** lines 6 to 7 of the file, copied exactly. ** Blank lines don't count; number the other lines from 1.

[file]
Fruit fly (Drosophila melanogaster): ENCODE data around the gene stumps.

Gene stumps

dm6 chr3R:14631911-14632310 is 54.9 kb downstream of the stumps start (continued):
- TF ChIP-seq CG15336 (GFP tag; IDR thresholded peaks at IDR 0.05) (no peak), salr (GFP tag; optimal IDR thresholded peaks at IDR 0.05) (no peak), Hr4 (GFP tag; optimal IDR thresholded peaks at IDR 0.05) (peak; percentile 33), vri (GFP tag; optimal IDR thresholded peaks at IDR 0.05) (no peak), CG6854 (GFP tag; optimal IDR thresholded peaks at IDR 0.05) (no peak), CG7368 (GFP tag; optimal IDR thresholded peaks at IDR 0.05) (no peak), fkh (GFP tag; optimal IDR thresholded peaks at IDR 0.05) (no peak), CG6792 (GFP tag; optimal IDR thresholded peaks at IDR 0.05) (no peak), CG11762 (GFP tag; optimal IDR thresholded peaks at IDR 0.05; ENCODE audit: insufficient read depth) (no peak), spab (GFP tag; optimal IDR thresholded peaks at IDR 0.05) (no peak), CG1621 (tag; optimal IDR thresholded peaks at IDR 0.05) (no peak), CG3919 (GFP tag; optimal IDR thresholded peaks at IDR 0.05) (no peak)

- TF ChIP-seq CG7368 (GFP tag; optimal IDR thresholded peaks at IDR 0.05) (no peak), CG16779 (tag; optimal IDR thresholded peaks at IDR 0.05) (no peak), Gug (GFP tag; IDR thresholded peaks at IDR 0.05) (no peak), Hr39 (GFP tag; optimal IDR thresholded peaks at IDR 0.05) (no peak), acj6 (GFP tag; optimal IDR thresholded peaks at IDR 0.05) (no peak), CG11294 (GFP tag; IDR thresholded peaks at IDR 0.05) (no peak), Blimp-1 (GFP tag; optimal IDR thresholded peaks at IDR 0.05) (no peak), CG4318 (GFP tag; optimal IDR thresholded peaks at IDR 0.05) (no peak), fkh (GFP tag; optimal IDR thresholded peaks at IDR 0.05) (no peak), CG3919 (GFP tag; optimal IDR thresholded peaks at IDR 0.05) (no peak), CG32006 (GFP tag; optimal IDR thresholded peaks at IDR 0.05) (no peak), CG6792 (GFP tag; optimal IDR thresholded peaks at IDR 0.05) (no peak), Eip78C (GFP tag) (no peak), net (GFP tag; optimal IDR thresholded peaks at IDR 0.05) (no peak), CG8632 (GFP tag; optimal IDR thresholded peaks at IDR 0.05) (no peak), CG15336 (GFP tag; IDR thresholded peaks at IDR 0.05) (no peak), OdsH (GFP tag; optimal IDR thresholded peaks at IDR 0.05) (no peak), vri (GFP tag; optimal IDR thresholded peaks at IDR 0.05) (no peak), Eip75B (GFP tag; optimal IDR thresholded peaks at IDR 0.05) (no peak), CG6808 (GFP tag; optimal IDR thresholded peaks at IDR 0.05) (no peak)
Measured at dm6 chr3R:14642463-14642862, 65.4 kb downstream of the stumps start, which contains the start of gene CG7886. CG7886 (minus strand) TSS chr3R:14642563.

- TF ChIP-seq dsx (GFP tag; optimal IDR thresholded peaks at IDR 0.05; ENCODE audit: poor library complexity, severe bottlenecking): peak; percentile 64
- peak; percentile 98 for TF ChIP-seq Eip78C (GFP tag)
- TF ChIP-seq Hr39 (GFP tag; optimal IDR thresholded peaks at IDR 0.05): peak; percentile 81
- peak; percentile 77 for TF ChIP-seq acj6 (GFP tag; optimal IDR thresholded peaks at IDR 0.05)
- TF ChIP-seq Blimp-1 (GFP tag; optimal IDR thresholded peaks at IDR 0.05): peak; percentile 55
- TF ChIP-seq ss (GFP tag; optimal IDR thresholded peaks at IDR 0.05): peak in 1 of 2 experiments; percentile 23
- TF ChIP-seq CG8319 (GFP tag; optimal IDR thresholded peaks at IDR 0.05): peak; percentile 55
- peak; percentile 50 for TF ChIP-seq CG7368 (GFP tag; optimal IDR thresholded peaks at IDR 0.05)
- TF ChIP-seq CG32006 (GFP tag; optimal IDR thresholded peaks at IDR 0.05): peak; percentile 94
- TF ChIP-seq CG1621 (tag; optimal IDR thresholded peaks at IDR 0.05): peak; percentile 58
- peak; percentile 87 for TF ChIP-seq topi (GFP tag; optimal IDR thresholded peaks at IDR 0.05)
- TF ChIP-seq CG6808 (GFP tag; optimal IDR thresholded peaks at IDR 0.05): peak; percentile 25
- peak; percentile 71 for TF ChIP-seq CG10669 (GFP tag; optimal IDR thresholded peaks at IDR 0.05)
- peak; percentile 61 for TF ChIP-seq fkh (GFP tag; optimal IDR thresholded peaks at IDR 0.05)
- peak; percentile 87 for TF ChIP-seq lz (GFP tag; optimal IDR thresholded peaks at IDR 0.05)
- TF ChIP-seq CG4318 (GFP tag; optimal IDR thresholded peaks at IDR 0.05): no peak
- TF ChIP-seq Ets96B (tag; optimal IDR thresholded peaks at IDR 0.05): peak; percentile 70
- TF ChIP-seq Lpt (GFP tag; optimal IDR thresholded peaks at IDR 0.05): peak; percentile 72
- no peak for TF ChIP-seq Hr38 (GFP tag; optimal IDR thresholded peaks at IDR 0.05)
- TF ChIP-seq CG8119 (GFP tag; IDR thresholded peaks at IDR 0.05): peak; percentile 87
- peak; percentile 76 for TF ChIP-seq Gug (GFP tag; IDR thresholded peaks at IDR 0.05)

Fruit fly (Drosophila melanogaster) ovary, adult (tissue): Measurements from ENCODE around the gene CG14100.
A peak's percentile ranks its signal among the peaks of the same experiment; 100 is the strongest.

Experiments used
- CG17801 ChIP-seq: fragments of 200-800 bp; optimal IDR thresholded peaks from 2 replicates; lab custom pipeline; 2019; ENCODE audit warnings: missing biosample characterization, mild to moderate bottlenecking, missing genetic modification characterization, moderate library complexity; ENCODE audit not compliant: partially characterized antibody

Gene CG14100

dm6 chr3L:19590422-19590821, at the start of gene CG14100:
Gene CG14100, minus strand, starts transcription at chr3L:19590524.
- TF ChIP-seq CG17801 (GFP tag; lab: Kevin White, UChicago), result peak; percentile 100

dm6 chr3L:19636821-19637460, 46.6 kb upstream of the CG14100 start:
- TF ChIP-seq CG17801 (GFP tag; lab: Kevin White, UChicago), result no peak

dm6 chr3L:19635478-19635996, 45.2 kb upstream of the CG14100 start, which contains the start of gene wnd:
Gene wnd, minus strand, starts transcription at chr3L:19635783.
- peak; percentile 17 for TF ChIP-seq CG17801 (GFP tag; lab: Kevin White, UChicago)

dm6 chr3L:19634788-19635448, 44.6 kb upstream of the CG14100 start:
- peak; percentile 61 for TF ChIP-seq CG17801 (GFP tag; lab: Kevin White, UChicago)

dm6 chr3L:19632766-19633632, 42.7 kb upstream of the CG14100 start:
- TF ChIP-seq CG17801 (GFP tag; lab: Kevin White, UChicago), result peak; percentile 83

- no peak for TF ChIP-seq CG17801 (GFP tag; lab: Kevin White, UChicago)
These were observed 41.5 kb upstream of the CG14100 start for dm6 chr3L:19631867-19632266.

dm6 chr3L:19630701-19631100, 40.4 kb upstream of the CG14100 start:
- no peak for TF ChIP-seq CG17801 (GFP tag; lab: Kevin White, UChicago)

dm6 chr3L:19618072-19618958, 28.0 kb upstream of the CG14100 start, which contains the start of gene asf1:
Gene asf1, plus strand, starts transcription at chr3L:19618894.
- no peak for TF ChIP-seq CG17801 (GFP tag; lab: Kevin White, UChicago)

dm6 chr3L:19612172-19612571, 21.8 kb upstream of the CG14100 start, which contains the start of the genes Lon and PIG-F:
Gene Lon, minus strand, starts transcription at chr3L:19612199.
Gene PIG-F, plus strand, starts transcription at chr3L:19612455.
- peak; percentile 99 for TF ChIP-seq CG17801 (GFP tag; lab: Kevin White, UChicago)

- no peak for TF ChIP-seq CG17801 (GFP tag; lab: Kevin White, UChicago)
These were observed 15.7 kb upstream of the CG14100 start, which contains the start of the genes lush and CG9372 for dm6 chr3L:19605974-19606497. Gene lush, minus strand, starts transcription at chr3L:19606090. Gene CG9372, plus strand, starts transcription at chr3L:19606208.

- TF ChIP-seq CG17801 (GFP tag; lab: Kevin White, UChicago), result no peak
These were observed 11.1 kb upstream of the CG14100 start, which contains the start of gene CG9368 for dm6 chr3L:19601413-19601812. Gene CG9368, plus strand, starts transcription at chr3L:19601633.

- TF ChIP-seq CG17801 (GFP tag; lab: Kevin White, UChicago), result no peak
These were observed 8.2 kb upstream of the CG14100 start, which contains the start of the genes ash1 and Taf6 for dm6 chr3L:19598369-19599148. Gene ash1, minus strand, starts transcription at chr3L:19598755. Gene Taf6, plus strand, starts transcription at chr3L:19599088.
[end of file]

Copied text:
Measured at dm6 chr3R:14642463-14642862, 65.4 kb downstream of the stumps start, which contains the start of gene CG7886. CG7886 (minus strand) TSS chr3R:14642563.

- TF ChIP-seq dsx (GFP tag; optimal IDR thresholded peaks at IDR 0.05; ENCODE audit: poor library complexity, severe bottlenecking): peak; percentile 64